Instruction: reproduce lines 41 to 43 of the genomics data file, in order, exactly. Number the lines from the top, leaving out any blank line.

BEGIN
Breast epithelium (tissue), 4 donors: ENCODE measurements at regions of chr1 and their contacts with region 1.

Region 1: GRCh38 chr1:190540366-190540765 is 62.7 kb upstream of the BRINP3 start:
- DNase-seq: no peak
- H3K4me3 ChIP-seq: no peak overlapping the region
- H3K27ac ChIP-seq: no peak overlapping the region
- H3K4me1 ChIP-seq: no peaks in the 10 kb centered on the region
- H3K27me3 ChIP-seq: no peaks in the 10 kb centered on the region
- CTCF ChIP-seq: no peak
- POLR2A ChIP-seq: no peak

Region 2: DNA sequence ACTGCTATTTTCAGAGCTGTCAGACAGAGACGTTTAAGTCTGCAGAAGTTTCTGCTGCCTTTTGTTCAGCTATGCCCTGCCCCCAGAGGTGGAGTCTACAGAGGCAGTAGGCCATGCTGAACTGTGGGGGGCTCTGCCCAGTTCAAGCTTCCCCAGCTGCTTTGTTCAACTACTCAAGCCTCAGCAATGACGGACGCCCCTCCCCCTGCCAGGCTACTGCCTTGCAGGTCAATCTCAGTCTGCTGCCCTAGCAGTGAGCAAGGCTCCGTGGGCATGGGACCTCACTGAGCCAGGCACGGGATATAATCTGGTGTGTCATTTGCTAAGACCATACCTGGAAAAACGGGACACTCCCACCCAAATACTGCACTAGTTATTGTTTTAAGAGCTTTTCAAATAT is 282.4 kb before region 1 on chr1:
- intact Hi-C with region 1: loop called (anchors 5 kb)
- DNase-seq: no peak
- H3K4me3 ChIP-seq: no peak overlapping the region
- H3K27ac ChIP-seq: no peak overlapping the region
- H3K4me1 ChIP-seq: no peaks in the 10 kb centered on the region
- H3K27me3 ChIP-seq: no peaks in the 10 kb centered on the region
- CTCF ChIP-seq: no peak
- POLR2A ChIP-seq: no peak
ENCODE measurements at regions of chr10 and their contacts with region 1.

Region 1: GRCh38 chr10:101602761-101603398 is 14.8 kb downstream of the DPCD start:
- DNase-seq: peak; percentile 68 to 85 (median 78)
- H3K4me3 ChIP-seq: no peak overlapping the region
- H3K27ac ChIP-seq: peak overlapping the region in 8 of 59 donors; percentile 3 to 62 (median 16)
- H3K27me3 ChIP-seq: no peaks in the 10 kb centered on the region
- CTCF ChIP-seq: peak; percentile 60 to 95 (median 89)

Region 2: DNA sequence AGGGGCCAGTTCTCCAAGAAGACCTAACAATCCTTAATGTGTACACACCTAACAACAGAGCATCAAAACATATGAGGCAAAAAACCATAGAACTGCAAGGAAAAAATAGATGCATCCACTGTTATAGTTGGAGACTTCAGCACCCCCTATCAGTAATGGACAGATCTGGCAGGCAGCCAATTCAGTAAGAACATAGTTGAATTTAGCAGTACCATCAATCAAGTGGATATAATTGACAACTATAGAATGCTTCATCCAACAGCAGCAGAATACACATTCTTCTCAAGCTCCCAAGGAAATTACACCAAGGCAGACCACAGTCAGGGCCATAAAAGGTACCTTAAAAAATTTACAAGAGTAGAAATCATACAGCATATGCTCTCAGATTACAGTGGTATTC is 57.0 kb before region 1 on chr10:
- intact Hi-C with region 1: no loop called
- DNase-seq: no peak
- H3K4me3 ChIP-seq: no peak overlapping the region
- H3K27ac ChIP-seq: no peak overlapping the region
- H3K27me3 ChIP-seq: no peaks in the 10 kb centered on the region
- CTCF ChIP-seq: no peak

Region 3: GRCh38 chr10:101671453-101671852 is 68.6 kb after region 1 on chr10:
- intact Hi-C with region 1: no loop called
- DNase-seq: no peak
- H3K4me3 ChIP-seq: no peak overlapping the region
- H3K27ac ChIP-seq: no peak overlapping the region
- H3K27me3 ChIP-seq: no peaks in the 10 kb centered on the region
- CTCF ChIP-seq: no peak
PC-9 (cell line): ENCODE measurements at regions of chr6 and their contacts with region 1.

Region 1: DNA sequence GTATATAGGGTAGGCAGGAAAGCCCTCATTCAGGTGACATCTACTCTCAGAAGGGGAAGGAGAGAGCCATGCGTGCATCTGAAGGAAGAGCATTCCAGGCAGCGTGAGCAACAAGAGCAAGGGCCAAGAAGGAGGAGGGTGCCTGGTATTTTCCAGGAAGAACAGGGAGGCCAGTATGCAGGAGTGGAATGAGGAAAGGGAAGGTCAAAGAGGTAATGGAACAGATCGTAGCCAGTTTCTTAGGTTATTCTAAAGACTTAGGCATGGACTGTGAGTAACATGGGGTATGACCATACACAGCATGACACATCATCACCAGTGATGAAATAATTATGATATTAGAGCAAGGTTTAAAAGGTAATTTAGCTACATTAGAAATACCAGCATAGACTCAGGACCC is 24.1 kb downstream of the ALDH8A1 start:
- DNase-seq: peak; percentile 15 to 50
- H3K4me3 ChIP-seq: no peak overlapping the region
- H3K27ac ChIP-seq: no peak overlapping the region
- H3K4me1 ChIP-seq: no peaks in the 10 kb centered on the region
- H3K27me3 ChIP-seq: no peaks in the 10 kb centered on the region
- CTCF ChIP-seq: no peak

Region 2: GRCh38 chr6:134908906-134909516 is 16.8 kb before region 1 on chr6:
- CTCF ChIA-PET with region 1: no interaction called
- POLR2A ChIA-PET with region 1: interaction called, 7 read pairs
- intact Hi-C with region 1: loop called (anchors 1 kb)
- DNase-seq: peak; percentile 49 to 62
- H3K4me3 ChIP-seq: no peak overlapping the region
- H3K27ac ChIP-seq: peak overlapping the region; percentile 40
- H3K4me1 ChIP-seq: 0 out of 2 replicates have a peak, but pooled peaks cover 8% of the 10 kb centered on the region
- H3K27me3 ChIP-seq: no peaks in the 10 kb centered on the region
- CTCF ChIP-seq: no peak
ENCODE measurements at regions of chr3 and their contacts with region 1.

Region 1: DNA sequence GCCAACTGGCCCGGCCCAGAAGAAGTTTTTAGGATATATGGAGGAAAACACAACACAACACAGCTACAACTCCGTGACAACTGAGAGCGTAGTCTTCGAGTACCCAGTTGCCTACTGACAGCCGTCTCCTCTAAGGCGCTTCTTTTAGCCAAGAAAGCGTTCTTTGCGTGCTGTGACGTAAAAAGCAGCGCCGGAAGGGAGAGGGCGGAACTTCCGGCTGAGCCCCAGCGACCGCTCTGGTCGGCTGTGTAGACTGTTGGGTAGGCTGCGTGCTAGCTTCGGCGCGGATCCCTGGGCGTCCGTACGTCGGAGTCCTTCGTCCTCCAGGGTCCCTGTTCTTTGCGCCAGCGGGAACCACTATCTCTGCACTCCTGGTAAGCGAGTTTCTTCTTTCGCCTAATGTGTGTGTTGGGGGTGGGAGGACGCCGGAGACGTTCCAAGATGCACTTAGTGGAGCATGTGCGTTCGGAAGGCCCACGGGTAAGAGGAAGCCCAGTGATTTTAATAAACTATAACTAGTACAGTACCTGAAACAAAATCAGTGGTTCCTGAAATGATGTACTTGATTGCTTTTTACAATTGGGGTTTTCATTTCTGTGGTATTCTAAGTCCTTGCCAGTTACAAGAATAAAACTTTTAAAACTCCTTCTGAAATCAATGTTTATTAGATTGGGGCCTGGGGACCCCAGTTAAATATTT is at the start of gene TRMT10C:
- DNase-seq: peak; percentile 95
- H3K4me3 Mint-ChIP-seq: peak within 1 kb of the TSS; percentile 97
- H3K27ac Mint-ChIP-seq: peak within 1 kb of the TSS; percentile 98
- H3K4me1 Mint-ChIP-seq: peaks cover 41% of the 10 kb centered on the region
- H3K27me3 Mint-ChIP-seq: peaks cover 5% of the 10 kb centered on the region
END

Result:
Region 1: DNA sequence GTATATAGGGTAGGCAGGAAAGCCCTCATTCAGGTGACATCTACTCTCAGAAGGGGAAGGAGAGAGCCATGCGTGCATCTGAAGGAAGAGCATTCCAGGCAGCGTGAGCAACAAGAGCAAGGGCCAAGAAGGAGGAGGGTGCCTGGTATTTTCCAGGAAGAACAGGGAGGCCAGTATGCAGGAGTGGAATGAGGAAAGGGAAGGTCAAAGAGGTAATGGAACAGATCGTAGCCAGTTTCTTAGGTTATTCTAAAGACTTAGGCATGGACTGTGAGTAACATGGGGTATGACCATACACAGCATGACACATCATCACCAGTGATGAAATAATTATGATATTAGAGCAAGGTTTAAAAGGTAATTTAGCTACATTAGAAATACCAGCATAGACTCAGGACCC is 24.1 kb downstream of the ALDH8A1 start:
- DNase-seq: peak; percentile 15 to 50
- H3K4me3 ChIP-seq: no peak overlapping the region